In titling his album Soft Power, Poirier also refers to his new rapport with his work, which has been obviously, transformed by the fact that he’s now the father of a three-year-old daughter. “I’ve understood that work is not the only thing that defines us,” admits the self-confessed recovering workaholic. He wants us to re-acquaint ourselves with the old-fashioned value that is ennui.

Isn’t it a little strange that a musician wants his audience to feel ennui? “What I mean is that there’s power in restraint,” says Poirier. “We live in an era where people have become unable to be bored or contemplative. I don’t mean my album is incomplete, but I want it to have space for people to inhabit it. Good stories aren’t the ones where everything is said.”

R&B singer LOONY grew up in Scarborough, in the Northeast end of Toronto, where she taught herself how to sing as a kid, attended rock music summer camp, and released her first mixtape in high school.

“In Scarborough, people feel a little distant from the [downtown] core,” says LOONY, 26. “There’s not much to do here but create – and get in trouble.” Before she left to study English Literature at McGill University in Montréal, LOONY says she was “acting in a careless, reckless kind of way.” When she moved home, she found herself returning to her old ways.

On her sophomore EP JOYRiDE, released in April 2020, she explores her relationship with her old neighbourhood, while reckoning with past experiences and bad relationships.  “Going for a joyride is a crime, but I also thought of it as a vehicle to turn these feelings into something else that I can control,” she says.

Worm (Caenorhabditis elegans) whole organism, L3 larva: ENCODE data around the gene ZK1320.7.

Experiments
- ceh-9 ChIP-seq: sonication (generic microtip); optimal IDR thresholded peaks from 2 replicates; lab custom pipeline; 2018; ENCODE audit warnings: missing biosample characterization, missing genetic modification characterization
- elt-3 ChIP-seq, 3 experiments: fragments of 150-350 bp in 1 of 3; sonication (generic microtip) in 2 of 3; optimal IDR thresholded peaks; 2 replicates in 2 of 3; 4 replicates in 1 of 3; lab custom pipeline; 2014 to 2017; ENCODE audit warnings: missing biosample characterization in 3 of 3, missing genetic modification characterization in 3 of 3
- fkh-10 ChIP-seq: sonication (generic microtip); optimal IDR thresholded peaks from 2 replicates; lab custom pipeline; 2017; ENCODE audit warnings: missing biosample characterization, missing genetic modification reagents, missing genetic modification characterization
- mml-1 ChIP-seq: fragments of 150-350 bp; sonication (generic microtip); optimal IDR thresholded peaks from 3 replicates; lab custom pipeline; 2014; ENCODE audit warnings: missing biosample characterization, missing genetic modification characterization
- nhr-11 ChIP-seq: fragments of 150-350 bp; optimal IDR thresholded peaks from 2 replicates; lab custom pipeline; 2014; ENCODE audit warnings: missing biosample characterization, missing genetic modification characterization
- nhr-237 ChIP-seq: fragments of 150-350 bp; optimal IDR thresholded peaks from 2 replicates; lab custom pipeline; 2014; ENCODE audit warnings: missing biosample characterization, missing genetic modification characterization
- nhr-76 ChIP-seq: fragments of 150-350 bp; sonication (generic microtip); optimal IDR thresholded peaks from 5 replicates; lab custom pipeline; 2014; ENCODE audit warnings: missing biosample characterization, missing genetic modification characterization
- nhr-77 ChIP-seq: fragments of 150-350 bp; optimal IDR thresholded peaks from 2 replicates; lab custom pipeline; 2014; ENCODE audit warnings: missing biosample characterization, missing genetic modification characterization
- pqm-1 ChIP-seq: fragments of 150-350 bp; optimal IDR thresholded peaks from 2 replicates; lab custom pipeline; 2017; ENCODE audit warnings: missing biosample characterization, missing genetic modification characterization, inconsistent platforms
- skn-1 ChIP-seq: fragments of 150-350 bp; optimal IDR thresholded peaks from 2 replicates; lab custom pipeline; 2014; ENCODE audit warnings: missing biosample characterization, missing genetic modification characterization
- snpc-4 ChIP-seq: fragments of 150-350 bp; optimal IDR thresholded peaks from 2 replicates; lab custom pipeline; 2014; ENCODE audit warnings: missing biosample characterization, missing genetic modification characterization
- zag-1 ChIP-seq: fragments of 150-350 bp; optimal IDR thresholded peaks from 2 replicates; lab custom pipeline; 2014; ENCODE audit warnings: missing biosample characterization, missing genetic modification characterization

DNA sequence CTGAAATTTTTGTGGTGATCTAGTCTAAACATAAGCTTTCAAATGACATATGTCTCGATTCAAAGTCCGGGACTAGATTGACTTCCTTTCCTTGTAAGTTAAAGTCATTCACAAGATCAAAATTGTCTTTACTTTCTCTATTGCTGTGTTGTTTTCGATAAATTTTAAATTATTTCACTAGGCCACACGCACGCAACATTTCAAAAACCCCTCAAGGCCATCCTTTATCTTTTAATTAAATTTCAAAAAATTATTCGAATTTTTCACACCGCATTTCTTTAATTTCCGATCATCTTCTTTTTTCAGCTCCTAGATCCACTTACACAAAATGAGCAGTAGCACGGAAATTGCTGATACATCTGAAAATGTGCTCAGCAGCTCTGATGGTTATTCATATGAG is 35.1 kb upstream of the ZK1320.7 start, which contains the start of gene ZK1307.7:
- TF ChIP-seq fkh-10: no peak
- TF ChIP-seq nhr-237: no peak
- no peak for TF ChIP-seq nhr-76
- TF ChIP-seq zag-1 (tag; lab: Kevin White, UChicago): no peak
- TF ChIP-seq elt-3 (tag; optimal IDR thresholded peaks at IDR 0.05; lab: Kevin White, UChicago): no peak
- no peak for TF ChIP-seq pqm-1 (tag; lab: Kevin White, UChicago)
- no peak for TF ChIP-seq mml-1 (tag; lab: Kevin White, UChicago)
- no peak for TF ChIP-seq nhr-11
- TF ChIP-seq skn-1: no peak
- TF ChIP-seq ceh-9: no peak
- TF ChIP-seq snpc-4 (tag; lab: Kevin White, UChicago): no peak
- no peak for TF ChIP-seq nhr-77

The EP mixes neo-soul and R&B, with LOONY’s intimate, emotional voice anchoring each song. She worked closely with producers Akeel Henry – a former apprentice of Drake producer Noah “40” Shebib –  and Adam Ponang, to develop her experimental, genre-blurring sound.

LOONY started writing lyrics when she was back in Scarborough, but her time in Montréal greatly impacted her songwriting. At McGill, she fell in love with James Baldwin, Toni Morrison, Virginia Woolf, and T.S. Eliot. “I would skip a lot of classes, but I remember going one day when we were talking about the poem ‘The Love Song of J. Alfred Prufrock’ by T.S. Eliot,” she says. “It blew my mind. I was like, ‘Oh, this is what I’m missing out on? Because this is fire.’”

With her upcoming concerts postponed, LOONY’s spending her days hanging out in nature and writing new songs. “I don’t think it’s a coincidence that there are so many amazing artists in the East end,” she says. “There’s more green space, and more room to figure out what you want to do.”

There’s a westbound wind
Blowing through the ridge again
You can stay in, or go outside
And wait for it to die
But either way, it never ends

—“The Ridge” de Julian Taylor

Our past is always present. Even when we try to leave lost memories behind, they return in unexpected and unimaginable ways. How or why these pieces of our personal history reveal themselves is different for everyone. For Julian Taylor, the spark that took him on a nostalgic trip of contemplation started with death.

Julian Taylor

Not just the passing of one person, but losing everyone on his mom’s side of the family tree (three aunts and his step-grandmother) in quick succession. To process those losses, the singer-songwriter wrote a series of letters to those who cared for him when he was young, dictating them to his phone. These digital epistles became the skeletons for The Ridge. The new batch of songs was recorded at The Woodshed (Blue Rodeo’s studio in downtown Toronto) and released on June 19th in honour of his grandmother’s birthday, and Juneteenth (aka Emancipation Day) in the United States.